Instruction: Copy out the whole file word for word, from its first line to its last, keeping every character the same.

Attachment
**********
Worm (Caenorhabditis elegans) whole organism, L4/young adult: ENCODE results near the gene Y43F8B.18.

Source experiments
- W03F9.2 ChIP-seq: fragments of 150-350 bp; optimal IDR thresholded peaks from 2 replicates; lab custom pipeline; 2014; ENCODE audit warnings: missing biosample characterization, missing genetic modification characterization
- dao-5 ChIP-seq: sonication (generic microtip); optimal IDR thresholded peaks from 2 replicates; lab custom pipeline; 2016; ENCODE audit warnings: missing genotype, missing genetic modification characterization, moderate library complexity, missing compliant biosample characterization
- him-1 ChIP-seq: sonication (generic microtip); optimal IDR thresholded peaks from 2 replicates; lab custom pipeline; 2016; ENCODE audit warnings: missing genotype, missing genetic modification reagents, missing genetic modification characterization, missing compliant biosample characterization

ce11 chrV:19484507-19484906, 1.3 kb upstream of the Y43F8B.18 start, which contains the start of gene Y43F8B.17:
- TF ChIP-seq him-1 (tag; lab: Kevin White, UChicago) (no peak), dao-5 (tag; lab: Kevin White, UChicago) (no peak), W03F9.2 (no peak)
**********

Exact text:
Worm (Caenorhabditis elegans) whole organism, L4/young adult: ENCODE results near the gene Y43F8B.18.

Source experiments
- W03F9.2 ChIP-seq: fragments of 150-350 bp; optimal IDR thresholded peaks from 2 replicates; lab custom pipeline; 2014; ENCODE audit warnings: missing biosample characterization, missing genetic modification characterization
- dao-5 ChIP-seq: sonication (generic microtip); optimal IDR thresholded peaks from 2 replicates; lab custom pipeline; 2016; ENCODE audit warnings: missing genotype, missing genetic modification characterization, moderate library complexity, missing compliant biosample characterization
- him-1 ChIP-seq: sonication (generic microtip); optimal IDR thresholded peaks from 2 replicates; lab custom pipeline; 2016; ENCODE audit warnings: missing genotype, missing genetic modification reagents, missing genetic modification characterization, missing compliant biosample characterization

ce11 chrV:19484507-19484906, 1.3 kb upstream of the Y43F8B.18 start, which contains the start of gene Y43F8B.17:
- TF ChIP-seq him-1 (tag; lab: Kevin White, UChicago) (no peak), dao-5 (tag; lab: Kevin White, UChicago) (no peak), W03F9.2 (no peak)